Sleep. 2005 Feb 1;28(2):187-93.
Hindmarch I, Dawson J, Stanley N.
HPRU Medical Research Centre, University of Surrey, School of Biomedical & Molecular Sciences, Egerton Road, Guildford, UK.
STUDY OBJECTIVES: To assess the effects of pregabalin compared with alprazolam and placebo on aspects of sleep in healthy volunteers.
DESIGN: Randomized, double-blind, placebo- and active-controlled, 3-way crossover.
SETTING: Single research center.
PARTICIPANTS AND INTERVENTIONS: Healthy adult (12 men) volunteers (N=24) received oral pregabalin 150 mg t.i.d., alprazolam 1 mg t.i.d., and placebo t.i.d. for 3 days.
MEASUREMENTS AND RESULTS: Objective sleep was measured by an 8-channel polysomnograph; subjective sleep was measured using the Leeds Sleep Evaluation Questionnaire. Compared with placebo, pregabalin significantly increased slow-wave sleep both as a proportion of the total sleep period and the duration of stage 4 sleep. Alprazolam significantly reduced slow-wave sleep. Pregabalin and alprazolam produced modest, but significant, reductions in sleep-onset latency compared with placebo.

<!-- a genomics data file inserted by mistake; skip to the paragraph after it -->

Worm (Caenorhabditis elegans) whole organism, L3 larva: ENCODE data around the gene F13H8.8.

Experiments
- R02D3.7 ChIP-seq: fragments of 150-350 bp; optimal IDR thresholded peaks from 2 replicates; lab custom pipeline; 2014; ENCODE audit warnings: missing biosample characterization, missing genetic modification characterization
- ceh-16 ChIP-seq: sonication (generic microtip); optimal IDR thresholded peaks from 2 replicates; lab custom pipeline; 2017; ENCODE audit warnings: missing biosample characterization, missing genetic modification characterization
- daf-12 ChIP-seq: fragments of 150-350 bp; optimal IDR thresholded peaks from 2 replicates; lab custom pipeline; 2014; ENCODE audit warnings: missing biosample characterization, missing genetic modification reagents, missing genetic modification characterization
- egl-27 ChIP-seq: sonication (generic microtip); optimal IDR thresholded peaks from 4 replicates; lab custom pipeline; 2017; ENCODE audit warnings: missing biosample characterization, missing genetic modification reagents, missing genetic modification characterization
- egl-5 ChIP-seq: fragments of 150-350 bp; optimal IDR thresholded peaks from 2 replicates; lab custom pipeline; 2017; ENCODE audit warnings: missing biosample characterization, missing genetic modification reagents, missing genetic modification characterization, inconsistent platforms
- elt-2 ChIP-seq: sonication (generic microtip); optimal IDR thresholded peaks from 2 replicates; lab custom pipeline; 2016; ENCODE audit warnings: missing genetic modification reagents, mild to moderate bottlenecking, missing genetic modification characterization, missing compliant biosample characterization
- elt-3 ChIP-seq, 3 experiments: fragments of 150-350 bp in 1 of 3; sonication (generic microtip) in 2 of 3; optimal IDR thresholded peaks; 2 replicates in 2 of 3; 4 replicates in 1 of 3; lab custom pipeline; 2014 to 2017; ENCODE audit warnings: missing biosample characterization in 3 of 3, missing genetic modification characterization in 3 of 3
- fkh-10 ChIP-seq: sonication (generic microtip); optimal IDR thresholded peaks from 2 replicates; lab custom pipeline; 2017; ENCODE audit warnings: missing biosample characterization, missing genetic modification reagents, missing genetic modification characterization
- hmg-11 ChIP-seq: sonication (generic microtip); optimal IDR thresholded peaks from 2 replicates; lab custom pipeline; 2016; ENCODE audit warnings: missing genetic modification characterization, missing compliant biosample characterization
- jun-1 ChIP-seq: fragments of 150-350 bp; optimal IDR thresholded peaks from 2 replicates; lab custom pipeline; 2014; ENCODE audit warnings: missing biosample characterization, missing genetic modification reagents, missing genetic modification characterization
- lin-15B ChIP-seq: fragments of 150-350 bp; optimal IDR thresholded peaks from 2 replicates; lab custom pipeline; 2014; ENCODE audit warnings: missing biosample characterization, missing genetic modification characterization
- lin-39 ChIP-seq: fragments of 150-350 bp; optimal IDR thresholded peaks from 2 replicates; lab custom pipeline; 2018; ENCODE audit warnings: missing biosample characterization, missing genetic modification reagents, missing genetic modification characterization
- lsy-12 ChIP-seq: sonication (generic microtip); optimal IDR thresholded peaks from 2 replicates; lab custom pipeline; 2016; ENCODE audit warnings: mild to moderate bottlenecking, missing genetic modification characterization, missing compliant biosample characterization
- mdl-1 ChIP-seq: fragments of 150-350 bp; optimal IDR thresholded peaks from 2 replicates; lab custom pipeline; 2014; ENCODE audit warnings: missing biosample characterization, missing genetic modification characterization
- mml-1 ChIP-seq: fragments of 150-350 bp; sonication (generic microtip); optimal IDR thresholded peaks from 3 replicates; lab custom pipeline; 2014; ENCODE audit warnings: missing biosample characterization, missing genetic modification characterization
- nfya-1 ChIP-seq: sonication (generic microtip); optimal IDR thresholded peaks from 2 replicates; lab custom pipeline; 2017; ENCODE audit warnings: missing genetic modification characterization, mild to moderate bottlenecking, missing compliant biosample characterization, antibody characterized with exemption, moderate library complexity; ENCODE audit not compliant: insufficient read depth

Rapid eye movement sleep latency after pregabalin was no different than placebo but was significantly shorter than that found with alprazolam. Although there were no differences between the active treatments, both pregabalin and alprazolam reduced rapid eye movement sleep as a proportion of the total sleep period compared with placebo. Pregabalin also significantly reduced the number of awakenings of more than 1 minute in duration. Leeds Sleep Evaluation Questionnaire ratings of the ease of getting to sleep and the perceived quality of sleep were significantly improved following both active treatments, and ratings of behavior following awakening were significantly impaired by both drug treatments.
CONCLUSIONS: Pregabalin appears to have an effect on sleep and sleep architecture that distinguishes it from benzodiazepines. Enhancement of slow-wave sleep is intriguing, since reductions in slow-wave sleep have frequently been reported in fibromyalgia and general anxiety disorder.
PMID: 16171242 [PubMed – in process]